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Fifty Shades Of Grey Author E.L. James Hates The Twilight Fans That Made Her Famous

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According to gentleblaze, James had a consistent pattern of dismissing the community that helped her create her fanfiction. Back in February 2010, James asked gentleblaze (GB from here on in) to help design her blog; while chatting, she also brought up her desire to publish MotU. GB fervently argued against it, pointing out that Twilight author Stephenie Meyer knew of the fic and that legally it would just be way too risky. But James ignored the sage advice and barreled ahead. She also managed to put her foot in her mouth multiple times in slamming the Twilight community. Here are several quotes from the chat logs that GB saved:

“Well don’t tell anyone – I have visions of being interviewed by Time Magazine for revolutionizing publishing…”

“I have done it as a sort of exercise.. to see if I could … and I think I have proven that I can… I now want to capitalize on it…”

“I have to say I do not feel as passionately as you do about the fandom”

“it’s like the old groucho marx joke which I cant remember about not wanting to belong to a club that you’re a member of…”

even when you publish it on amazon, theres still gonna be negativity “true… but I’m sure it’s easier to take with a big fat paycheck LOL”

show them theres a person behind the penname and not just some lady sitting on a perch — “I like my perch…”

“I’m not sure I feel part of the community…”

As Snowqueens, James literally had her own fanbase within the Twilight fandom, including a group who held a four-day convention in her honor before she went on to San Diego Comic-Con in 2010. I've been part of various fanfiction communities since 2000 (Buffy, Firefly, House, Bones, etc.), and while there were certainly several “celebrity” authors whose work was universally loved, never did I see one person revered the way that Snowqueens was. We were always generous with our compliments toward one another and in recommending each other's writing on our blogs, but even the most talented authors would chat with newbies. There was no hierarchy and therefore no arrogance or sense of superiority.

Furthermore, Snowqueens would complain about having to participate in “fandom gives back” programs, like one where an erotic fic she wrote raised $28,000 for cancer research. By telling GB that she didn't feel that passionately about the Twilight fandom, Snowqueens comes off as arrogant and dismissive of her peers who have elevated her to mythical status within their own community. She sounds more calculating than a genuine fan who writes fanfiction simply because s/he enjoys that world. And once Fifty Shades was published, Snowqueens Icedragon became E.L. James. Like I said, she deleted all copies of MotU so that no one could reveal that it's the same text as her “legitimate” novel; on every level, she's distanced herself from the Twilight fandom and refused to acknowledge its monumental influence on her success.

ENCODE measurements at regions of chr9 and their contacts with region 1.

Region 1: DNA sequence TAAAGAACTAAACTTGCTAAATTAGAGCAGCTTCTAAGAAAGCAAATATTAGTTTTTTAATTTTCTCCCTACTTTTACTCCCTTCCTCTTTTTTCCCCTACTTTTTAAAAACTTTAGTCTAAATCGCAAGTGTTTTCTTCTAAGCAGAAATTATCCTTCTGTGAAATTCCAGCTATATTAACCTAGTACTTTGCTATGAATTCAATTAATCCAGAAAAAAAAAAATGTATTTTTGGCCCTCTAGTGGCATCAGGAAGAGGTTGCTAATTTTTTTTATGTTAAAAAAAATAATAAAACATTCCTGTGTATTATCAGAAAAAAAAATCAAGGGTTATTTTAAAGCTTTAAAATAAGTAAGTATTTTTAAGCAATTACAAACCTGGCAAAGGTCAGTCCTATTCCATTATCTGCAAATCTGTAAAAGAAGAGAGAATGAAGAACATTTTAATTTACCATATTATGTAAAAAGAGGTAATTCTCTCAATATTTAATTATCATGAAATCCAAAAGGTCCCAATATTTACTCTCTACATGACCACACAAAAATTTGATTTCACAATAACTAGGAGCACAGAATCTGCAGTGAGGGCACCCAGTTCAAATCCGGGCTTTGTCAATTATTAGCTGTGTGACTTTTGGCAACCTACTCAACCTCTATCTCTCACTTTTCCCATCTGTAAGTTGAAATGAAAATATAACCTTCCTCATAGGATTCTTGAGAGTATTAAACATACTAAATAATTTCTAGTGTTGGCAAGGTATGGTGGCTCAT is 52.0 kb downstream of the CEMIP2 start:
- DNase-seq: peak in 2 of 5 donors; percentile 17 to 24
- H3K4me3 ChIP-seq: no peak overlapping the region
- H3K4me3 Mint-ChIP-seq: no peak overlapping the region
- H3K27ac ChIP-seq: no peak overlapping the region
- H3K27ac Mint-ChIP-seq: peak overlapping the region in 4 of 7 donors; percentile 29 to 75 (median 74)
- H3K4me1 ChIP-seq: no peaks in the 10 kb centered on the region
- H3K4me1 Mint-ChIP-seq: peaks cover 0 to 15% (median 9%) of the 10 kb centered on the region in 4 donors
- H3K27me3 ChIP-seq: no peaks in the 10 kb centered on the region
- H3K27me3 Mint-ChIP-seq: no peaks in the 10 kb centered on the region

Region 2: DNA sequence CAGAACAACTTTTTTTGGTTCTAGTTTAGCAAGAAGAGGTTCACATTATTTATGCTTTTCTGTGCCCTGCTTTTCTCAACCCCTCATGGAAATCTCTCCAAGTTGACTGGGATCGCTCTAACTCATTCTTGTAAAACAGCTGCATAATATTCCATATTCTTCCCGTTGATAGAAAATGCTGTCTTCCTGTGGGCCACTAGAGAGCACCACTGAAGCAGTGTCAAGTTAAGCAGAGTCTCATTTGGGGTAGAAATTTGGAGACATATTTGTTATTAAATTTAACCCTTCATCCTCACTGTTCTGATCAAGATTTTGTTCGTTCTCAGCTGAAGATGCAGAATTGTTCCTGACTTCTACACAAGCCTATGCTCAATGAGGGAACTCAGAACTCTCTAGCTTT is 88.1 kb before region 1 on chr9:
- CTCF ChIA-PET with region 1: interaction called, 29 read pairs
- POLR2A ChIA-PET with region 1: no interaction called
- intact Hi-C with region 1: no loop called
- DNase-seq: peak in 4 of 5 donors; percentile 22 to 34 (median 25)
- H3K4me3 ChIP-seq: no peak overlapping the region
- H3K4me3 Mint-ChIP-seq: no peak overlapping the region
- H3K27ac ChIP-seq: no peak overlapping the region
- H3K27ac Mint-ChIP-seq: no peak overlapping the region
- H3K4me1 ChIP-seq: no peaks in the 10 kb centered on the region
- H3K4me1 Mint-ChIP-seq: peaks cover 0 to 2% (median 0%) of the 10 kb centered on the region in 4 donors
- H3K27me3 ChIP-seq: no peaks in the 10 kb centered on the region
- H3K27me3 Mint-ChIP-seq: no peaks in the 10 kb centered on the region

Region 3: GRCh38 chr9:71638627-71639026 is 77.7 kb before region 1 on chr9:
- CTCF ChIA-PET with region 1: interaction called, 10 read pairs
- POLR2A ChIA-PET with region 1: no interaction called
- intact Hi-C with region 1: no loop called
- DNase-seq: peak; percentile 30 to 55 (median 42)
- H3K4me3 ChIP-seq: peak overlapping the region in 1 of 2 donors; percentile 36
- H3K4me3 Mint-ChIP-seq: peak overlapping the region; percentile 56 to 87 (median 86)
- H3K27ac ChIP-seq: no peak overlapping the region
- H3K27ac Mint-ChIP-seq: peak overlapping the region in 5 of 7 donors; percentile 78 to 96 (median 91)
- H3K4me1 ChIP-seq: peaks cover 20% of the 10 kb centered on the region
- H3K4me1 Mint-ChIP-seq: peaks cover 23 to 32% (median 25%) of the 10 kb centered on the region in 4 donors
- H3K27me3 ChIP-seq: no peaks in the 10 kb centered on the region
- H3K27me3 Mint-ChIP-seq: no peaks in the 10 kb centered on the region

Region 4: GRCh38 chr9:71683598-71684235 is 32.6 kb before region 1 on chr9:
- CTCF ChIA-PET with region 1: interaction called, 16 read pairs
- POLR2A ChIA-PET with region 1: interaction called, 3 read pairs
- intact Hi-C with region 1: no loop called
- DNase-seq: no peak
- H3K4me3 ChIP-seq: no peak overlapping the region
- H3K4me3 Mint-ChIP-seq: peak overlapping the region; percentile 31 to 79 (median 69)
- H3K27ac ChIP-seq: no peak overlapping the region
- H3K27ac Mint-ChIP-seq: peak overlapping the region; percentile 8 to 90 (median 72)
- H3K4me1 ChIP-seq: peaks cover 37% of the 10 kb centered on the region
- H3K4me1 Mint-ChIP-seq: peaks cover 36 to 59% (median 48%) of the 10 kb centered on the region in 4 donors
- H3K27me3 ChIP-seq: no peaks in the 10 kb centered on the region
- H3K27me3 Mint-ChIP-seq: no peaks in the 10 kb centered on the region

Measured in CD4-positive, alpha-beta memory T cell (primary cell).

Fanfiction by definition will always be collaborative: Not only are you borrowing the author's world and characters, but it's likely that you've had other fans beta read (proofread) your work, and the point of posting it to sites like Ff.n and LiveJournal is to receive the feedback and support from fellow fans. On her blog Fifty Shades of Pop Culture, University of Utah professor Anne Jamison — who has included Twilight fanfic in her Theories of Popular Culture course — explains why books like Fifty Shades can't succeed on the merits of their text alone:

“But, when it's read as Twilight Fanficton, it literalizes, inverts, or makes explicit what some readers identify as erotic and BDSM undertones in Twilight: ‘Fifty' (as he was known in the fandom) likes to withhold orgasms, and withholds certain kinds of romantic and physical (non-sexual) closeness, while Edward withholds sex (and therefore orgasms) but provides romantic and non-sexual closeness.”

Not a single step of this is undertaken alone, yet James acts as if this bestselling novel came from her and only her. This is not the kind of fan behavior that should be rewarded.

Attention Twilight fans! We've already gotten several fascinating responses from members of the fandom, some of whom agree with our research and others who don't. No matter which way you lean, we invite you to share your opinion/anecdote in the comments; we're always interested in hearing multiple sides of fan-related stories.

Photo: BBC

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